In 32 years of clinical practice, I’ve taken dietary histories on thousands of adults and children. At some point, nearly all Americans have eaten Chinese food, either by going to a restaurant or getting take-out. If I ask them if they avoid monosodium glutamate – what they know as MSG – those that have heard of it will almost always say they avoid it. My patients who would be considered “foodies” almost universally avoid MSG in their food. Or do they? More about that later.
Sensitivity to MSG, commonly known as “Chinese restaurant syndrome” started not with any evidence, but with an article written by a physician in the New England Journal of Medicine in 1968.
I’m not exactly sure why, but the question of whether monosodium glutamate and gluten are related is a common one. There can be some confusion over the terms involved, as well as how MSG is produced, so if you’re concerned about gluten, here’s what you need to know…
Maybe it’s the G-L-U? You might have noticed that the first several letters of both words are the same. Unless one is familiar with nutrition science, the words used in the discipline can be confusing—especially if they sound similar—or partially similar, like these two do. This similarity doesn’t mean that the two things are related at all.
I don’t know about you, but way too often, I get in a cooking rut and it’s hard to escape. It is far too easy to fall in the routine of preparing the same meals over and over again. While familiarity and habits can be good things, life is just too short to not explore options. Of course, since this is a food blog, I am talking about becoming more adventurous when it comes to meal preparation.
Let’s take entrees for example. When I was a kid, we regularly had fried chicken for Sunday dinner. It was always superb since Mom was a fabulous cook. Every now and again, if the budget allowed, she would switch it up and make pan-fried chopped round steak. Now that was truly a memorable treat (no wonder it was the meal I wanted for my birthday dinner, along with mashed potatoes and flavorful pan gravy). All of those Sunday dinners stuck with me as being very special, even though they were predictable. Repetition can be a good thing for that very reason. But I can’t tell you what we had for dinner any other day of the week!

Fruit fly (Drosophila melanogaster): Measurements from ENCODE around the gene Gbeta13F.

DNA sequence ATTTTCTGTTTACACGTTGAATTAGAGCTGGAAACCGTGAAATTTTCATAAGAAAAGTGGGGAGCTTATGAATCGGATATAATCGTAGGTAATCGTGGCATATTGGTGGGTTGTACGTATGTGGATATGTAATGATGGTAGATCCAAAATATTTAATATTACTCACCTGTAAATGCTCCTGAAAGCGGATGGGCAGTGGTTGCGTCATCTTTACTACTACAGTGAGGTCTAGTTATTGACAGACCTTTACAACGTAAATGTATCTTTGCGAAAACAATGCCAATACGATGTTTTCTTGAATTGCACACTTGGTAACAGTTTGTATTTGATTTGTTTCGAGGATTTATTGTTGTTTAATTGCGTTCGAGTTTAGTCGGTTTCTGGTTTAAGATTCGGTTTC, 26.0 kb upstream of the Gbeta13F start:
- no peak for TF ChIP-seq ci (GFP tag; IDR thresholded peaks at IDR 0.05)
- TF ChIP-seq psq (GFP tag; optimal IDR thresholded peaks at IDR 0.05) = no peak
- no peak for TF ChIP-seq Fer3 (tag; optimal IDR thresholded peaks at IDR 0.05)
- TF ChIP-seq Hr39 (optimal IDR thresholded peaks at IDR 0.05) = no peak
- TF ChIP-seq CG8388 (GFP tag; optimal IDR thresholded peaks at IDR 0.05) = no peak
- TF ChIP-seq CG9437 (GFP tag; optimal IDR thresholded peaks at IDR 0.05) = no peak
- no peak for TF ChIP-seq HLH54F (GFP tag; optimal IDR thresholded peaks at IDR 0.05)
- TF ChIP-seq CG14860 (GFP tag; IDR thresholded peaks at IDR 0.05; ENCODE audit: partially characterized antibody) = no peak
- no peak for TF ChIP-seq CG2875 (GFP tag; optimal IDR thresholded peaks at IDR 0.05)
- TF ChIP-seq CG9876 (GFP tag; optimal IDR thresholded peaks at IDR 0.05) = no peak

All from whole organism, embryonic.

What about you? Are you tired of making the same entrees over and over again? If so, I challenge you to give these recipes some consideration. They are loaded with so much lip smacking taste, your family will thank you! Some of them are inspired by cuisines from the Far East, a trend that has been mainstream for years. These savory entrees will knock your taste buds out, thanks in part to the rich umami taste provided in part by a combination of seasonings. Hope you enjoy all of these recipes that offer more savory goodness!
At a recent cookout, the host was making margaritas and asking guests if they would like the rim of their glass to be salted. That got me thinking… We add salt rims, sugar syrups, sour mixes and bitters to drinks, but does anyone add umami? Is there this whole other flavor that hasn’t made it into cocktails yet? Of course, many drinks contain ingredients naturally high in glutamate (the amino acid responsible for umami flavor) like tomato juice. Other beverages like sake and aged champagne inherently have high levels of glutamate as well. But is there anyone deliberately adding monosodium glutamate (MSG) to cocktails to intentionally beef up the savory flavor?
As a dietitian, I’m happy to share the science-based information I have on many topics—including monosodium glutamate. There are lots of scientific studies on this ingredient, so there’s no lack of information to provide to people seeking answers to their “MSG problems”. The thing is, people have to be open to hearing the information.